There is an overlap between symptoms of ASD and those of Sensory Processing Disorder. Have you looked at SPD? My son is both dyslexic and has SPD.

      • Sanford says:

        Yes, thanks Christina. Sensory issues is often an overlooked part of understanding and treatment. Sometimes they’re “stand-alone” co-occurring issues and sometimes they are an inherent part of the overlapping condition such as with ASD.

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    • Sanford says:

      Good point. I would imagine some folks get to big picture thinking in different ways. For some, the may be their initial starting point from which to ponder the details and for others, perhaps the reverse.

  7. Chelsea Duff says:

    Can you have dyslexia and autism at the same time?

    • Sanford says:

      Chesea, thanks for your question; it’s a good one.

      The short answer is yes. In different ways, autism snd dyslexia are both brain-based differences related to the language system. To drill down further however, Dyslexia is more about inefficiencies with the mechanics of processing speech sounds, aka spoken language in thee alphabetic system. This results in struggles decoding when reading and encoding spell (putting sounds tougher to write). Because of those struggles, issues of reading comprehension will necessarily follow.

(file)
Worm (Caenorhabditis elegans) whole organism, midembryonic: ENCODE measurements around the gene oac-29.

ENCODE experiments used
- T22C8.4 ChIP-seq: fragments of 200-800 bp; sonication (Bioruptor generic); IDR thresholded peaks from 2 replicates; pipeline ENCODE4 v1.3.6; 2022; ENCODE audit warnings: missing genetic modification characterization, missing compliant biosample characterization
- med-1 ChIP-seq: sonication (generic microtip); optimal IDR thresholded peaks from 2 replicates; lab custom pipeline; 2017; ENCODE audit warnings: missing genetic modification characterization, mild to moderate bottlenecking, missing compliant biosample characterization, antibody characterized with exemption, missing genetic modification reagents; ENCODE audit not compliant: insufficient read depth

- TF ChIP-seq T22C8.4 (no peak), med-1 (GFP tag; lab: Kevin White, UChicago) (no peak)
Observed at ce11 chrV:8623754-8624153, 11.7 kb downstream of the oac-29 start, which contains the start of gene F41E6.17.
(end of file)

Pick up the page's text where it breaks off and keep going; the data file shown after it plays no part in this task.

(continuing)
On the other hand, autism is based on social language struggles, and includes non-verbal as well as verbal language components of communication.

      Both of these conditions can occur together in the same person but it’s really important to get a good thorough and differential diagnosis to tease them apart if indeed they’re coexisting.

      Let me know if that makes sense and if you have any follow up questions.
      Sanford

  8. Katherine Steele-Dantin says: